Venture Capital Buys Social Stock

    GRAND RAPIDS — Using venture capital for philanthropy? Now, that’s a new twist on a cap story.

    But it will become old hat if the Grand Rapids Community Foundation (GRCF) and 56 local businessmen and women have anything to say about that idea, even though the return on their investments won’t take the form of rising stock values. Instead their ROI will come from knowing that the social stock of the community will rise.

    GRCF recently designed and launched a new program that uses the principles of venture-capital investing to raise funds for nonprofit groups in West Michigan. And right out of the box, the effort can be considered a success.

    The program, Social Venture Philanthropy (SVP), raised $112,000 for four local charities from 56 self-starters and professionals.

    Foundation Donor Relations Director Lon Swartzentruber explained that SVP was aimed at baby boomers who often have money and talent to contribute, but just as often may not have the time or experience to evaluate charities in order to make informed giving decisions.

    “We created SVP to help engage these folks in community-based giving through a program that’s very efficient and very results-oriented,” he said.

    “Because we have an 80-year history in Grand Rapids and know the local nonprofit groups intimately, the Foundation can help these new philanthropists identify quality programs and invest charitable dollars wisely,” he added.

    Swartzentruber said SVP is loosely modeled after a similar concept done by West Coast software wizard Paul Brainerd. After Brainerd sold Aldus Corp. eight years ago, he started Social Venture Partners (also SVP) and financed it in the same venture-capital manner that tech firms used to get up and running in the market. His SVP, though, was targeted at a younger group — and, possibly, newer money — as he took aim at high-tech workers and their newly found wealth.

    Here, 56 entrepreneurs, business owners and professionals gave $112,000 to the initial effort, while Fifth Third Bank decided to underwrite the program’s start-up costs.

    “Supporting Social Venture Philanthropy is a natural fit for Fifth Third Bank. The bank and the Community Foundation have worked together to support worthy causes in Grand Rapids for 80 years. This program represents yet another partnership designed to benefit the entire community,” said Kevin Kabat, Fifth Third president and CEO.

    Each investor gave $2,000 to SVP and then directed the gift to education, families, health or neighborhoods, the four chartable investment areas. Then GRCF filled grants in those areas.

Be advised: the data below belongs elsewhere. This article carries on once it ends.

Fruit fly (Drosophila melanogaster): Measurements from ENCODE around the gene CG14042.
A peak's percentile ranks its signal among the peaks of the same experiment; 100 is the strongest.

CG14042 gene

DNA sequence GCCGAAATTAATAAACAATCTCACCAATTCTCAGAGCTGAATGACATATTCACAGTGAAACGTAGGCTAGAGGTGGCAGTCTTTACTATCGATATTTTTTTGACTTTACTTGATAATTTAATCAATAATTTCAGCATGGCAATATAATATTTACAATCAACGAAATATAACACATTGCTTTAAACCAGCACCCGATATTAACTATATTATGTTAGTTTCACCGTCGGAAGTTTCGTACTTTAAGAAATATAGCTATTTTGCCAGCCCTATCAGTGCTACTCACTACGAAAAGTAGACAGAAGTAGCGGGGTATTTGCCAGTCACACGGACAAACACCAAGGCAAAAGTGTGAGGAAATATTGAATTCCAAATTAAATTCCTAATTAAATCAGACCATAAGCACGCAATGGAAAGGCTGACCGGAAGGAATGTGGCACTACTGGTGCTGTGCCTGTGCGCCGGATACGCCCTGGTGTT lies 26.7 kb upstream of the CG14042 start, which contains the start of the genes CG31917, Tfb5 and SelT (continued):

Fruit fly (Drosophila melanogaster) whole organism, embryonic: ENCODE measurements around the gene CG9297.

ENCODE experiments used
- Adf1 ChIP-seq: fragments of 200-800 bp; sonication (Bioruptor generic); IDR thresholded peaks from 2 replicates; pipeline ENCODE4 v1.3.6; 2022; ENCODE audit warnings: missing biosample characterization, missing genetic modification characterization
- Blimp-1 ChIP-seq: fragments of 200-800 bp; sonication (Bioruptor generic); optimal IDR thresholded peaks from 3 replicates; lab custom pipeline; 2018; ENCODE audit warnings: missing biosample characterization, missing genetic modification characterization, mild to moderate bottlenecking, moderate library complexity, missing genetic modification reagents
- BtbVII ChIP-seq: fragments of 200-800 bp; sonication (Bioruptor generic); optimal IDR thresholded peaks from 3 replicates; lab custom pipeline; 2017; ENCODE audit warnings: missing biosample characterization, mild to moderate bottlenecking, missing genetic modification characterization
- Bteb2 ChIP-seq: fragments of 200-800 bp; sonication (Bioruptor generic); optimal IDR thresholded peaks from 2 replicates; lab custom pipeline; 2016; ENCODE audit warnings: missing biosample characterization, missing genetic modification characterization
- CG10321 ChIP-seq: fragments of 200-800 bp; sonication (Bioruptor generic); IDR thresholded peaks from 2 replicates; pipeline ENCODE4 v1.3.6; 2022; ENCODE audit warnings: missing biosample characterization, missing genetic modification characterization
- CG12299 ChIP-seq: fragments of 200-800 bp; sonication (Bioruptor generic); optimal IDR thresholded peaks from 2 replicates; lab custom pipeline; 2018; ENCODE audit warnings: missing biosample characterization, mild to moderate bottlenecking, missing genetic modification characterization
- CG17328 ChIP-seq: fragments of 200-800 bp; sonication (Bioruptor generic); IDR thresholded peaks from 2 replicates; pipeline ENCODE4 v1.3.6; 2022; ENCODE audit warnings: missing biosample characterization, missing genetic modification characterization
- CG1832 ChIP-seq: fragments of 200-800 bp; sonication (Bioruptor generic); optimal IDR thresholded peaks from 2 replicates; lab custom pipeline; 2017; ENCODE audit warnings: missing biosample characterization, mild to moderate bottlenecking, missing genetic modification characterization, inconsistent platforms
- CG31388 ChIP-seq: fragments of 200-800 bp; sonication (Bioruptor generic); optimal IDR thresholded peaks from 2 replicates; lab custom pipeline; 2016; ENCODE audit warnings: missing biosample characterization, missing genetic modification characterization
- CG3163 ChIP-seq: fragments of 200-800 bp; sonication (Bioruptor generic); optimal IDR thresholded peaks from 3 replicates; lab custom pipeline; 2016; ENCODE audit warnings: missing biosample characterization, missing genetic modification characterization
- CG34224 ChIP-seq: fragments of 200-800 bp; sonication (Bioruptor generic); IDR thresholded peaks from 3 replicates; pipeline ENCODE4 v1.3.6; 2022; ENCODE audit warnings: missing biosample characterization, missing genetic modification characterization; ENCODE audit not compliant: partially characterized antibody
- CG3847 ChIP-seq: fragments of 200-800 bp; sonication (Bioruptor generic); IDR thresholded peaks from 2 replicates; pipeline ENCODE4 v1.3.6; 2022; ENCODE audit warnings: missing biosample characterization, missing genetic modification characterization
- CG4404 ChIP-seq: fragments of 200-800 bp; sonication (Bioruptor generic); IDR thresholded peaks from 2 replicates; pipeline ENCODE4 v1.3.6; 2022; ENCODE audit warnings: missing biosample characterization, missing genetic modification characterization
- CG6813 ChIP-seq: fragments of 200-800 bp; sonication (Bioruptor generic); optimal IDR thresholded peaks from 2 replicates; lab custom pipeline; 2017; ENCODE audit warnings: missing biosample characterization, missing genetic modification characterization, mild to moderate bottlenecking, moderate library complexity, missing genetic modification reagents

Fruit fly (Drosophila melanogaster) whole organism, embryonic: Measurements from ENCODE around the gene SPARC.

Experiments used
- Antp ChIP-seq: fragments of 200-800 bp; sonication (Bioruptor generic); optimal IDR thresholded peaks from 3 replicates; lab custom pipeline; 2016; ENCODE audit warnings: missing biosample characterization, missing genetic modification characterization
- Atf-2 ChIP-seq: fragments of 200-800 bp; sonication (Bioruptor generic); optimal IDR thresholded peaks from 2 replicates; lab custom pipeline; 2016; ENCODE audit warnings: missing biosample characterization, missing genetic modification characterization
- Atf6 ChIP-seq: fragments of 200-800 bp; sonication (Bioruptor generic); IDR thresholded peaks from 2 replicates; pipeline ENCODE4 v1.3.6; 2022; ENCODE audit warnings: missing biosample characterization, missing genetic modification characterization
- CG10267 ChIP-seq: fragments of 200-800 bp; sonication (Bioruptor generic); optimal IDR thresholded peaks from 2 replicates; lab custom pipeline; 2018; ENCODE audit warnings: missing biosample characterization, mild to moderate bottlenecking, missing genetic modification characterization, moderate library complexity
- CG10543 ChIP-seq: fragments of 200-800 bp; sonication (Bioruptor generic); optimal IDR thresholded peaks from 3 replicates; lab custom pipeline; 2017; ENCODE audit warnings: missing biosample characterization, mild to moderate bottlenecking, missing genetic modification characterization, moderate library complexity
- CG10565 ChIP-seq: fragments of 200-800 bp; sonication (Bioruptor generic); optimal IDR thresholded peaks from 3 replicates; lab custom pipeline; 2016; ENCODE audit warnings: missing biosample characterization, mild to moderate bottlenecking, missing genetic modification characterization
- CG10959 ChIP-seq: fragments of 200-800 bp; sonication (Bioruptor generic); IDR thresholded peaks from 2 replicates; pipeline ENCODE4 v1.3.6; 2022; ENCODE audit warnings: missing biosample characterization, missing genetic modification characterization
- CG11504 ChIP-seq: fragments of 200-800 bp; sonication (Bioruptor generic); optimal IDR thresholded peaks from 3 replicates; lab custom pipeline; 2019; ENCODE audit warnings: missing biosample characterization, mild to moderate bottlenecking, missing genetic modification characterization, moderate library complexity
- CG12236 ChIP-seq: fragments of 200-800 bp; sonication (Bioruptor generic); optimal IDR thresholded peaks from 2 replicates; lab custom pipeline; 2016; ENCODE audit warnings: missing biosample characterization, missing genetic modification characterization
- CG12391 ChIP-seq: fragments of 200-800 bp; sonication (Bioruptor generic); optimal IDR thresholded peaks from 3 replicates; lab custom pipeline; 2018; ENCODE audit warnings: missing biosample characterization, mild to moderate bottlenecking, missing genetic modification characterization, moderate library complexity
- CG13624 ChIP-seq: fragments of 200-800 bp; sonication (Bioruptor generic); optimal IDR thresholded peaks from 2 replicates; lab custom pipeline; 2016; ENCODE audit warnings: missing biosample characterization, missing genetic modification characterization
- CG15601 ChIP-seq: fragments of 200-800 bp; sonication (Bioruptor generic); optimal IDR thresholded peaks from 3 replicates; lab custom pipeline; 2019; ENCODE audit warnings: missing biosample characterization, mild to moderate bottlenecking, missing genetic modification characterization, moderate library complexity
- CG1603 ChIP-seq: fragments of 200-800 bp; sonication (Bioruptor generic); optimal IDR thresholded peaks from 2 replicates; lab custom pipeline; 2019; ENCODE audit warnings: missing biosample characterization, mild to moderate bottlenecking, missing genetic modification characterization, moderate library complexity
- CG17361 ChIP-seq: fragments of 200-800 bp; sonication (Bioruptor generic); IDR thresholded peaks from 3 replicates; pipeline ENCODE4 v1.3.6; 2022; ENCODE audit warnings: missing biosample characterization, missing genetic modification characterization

Louis Padnos Iron & Metal Executive Vice President Shelley Padnos was one of those investors. Padnos got involved with SVP in February and helped put the program together by working with others like her in a small group. And her group, like the others involved, came to a simple conclusion, but one that holds plenty of truth.

    “We either give to things about which we have a passion, or we give to things about which we’re solicited. But most of us don’t have the time to go out into the community and actually research what the needs are,” she said.

    In a nutshell, that’s how venture capital met philanthropy. The investors had the money and GRCF had the resources to help assign and distribute it. And Padnos saluted the Foundation for coming to the organizational meetings with an open mind.

    “I give them a lot of credit for not designing the program by themselves in a void. They had some concepts but a lot of changes occurred to the concepts as a result of the input that they got from community members,” she said.

    “I think that was really positive and I think maybe we struck an accord with people who a lot of times want to do things, but don’t really know what to do or how to go about doing it.”

    Padnos, Mike Bieker and Sam Cummings headed the SVP Leadership Team. Bieker is the founder and president of Market Lab, while Cummings started and directs Second Story Properties.

    “It’s a great way of engaging would-be donors in philanthropy. It’s designed so someone who doesn’t have a whole lot to give can make a much larger impact by polling resources with others,” said Cummings.

    “With their $2,000 donation and the donations from their colleagues, they can make a donation within the $20,000 to $30,000 range and be a part of that decision,” he added.

    Swartzentruber reported that the money raised the first time out exceeded the goal by six investors and $12,000. That good news, he said, means the Foundation is more than likely to give SVP a second go-around next year.

    “It’s certainly our hope that it’s a continuing program,” said Padnos, “and a growing one, too.”

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